I am responding to the JT’s March 10 article “Morhaim Reprimanded for Ethics Issue” to provide further information.
There are two standards in Maryland ethics law that could apply to my circumstance. The first deals with proper disclosure, and the second concerns actions that could lead to gain for a specific entity or person. I did not violate either of these.
The Joint Committee on Legislative Ethics in its report found that I made disclosures as required by the General Assembly’s ethics rules: “Delegate Morhaim properly disclosed his earned income from Doctors Orders through the consulting firm Whitebridge Associates on his July 23, 2015 Form F and financial disclosure statement filed on April 1, 2016, and that he was not required to report the name of the firm’s client consistent with ethical standards.”
This erroneous story originated with a Washington Post article from July 2016. However the Post made the following correction on Oct. 14, 2016, recognizing that I followed disclosure rules: “Correction: Earlier versions of this article included incomplete information about what Maryland Del. Dan K. Morhaim (D-Baltimore County) reported on financial disclosure forms.”
Imagine if the Post had factually reported: “Maryland delegate properly completes disclosure forms.” But that wouldn’t have been a story and would not have stirred controversy.
Other media picked up the erroneous report, and the damage to my reputation was underway.
The JT article does note that I “did not break the law.” Here’s the committee’s report: “After a thorough review of the available evidence and Delegate Morhaim’s written and oral statements to the joint committee, the joint committee finds that there is not sufficient evidence to support a finding that Delegate Morhaim intentionally used his public position as delegate to specifically obtain private gain for himself or his employer, and therefore did not violate 5-506(a) of the General Provisions Article.”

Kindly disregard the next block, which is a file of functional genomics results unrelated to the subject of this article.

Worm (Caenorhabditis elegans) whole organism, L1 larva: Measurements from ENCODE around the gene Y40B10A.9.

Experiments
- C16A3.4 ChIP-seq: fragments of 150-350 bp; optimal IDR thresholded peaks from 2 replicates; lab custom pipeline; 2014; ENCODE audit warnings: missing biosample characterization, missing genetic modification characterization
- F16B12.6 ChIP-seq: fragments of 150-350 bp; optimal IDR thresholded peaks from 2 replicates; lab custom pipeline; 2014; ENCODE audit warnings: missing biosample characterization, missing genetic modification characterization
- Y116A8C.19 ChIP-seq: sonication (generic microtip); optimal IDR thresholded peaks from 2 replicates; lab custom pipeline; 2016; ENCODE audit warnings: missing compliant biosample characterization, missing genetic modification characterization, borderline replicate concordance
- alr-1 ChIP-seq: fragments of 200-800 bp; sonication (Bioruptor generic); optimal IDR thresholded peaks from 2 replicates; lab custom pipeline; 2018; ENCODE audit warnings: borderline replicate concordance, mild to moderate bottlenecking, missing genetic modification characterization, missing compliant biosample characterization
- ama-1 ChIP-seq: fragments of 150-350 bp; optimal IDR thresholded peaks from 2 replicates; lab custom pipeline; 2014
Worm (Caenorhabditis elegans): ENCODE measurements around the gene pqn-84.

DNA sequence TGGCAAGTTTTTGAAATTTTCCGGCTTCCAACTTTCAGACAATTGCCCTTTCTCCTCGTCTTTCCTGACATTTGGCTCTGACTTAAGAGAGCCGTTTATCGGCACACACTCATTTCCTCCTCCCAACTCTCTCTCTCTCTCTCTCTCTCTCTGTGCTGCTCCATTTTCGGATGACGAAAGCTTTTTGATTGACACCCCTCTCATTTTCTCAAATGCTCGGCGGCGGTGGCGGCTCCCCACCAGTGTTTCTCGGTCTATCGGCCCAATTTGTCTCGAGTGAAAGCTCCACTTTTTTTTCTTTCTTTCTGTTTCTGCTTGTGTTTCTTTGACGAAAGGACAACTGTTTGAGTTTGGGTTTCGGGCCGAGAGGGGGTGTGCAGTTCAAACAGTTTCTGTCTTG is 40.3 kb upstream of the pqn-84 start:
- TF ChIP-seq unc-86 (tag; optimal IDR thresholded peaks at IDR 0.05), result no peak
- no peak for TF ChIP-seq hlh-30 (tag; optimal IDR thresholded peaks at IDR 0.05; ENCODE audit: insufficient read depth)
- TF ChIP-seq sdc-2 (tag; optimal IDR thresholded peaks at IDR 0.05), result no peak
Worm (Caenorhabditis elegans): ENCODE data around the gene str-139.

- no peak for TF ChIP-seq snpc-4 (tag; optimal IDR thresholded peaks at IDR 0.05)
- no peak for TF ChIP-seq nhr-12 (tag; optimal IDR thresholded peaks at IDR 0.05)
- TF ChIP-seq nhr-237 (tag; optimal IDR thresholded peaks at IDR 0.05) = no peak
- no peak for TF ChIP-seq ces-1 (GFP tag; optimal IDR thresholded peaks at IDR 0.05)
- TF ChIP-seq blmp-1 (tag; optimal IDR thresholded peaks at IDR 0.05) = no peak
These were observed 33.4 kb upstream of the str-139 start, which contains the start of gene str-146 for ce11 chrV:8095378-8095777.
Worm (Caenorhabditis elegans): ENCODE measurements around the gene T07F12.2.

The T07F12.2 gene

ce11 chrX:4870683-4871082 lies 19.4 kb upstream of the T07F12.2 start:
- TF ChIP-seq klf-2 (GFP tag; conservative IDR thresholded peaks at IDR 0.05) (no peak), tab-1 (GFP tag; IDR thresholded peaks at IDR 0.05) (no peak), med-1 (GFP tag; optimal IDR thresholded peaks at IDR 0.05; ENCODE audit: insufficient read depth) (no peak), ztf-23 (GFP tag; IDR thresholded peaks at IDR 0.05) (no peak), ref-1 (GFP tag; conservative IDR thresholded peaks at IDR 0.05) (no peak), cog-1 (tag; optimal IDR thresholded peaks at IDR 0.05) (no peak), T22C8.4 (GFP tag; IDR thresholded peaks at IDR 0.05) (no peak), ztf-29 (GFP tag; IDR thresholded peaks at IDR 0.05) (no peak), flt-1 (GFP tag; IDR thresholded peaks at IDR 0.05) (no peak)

So what exactly did I do wrong? The Joint Committee’s report finds that I violated neither the disclosure statute nor the private gain provisions of the law.
Instead, the Joint Committee found that my actions “were contrary to the principles of the Maryland Public Ethics Law in accordance with the intent of the law.” In other words, I did not violate the letter of the law, but I might have violated the “intent” of the law. This is a wholly new standard, never before applied.
In the current political climate, the committee felt it had to take action, and a reprimand, however unpleasant for me, is its least punitive action. In order to bring this matter to a close, I accepted the committee’s decision despite reservations.
I do not apologize for doing medical consulting for a cannabis applicant after the enabling legislation was passed in 2015 nor for continuing to advocate for a functioning medical cannabis program.
What I do apologize for is being a too enthusiastic supporter of the goal of bringing medical cannabis to Marylanders in a safe and responsible way. I was outspoken at times when I should not have been, and I regret that mistake.
That’s why, when this whole episode began in August 2016, I immediately withdrew from any legislative activities concerning medical cannabis.
It’s not easy to be unfairly vilified by the press, but I stand with pride on my 23-year record in the General Assembly, working hard on issues of health, environment, small business, government efficiency and many issues of importance to the district and our Jewish community.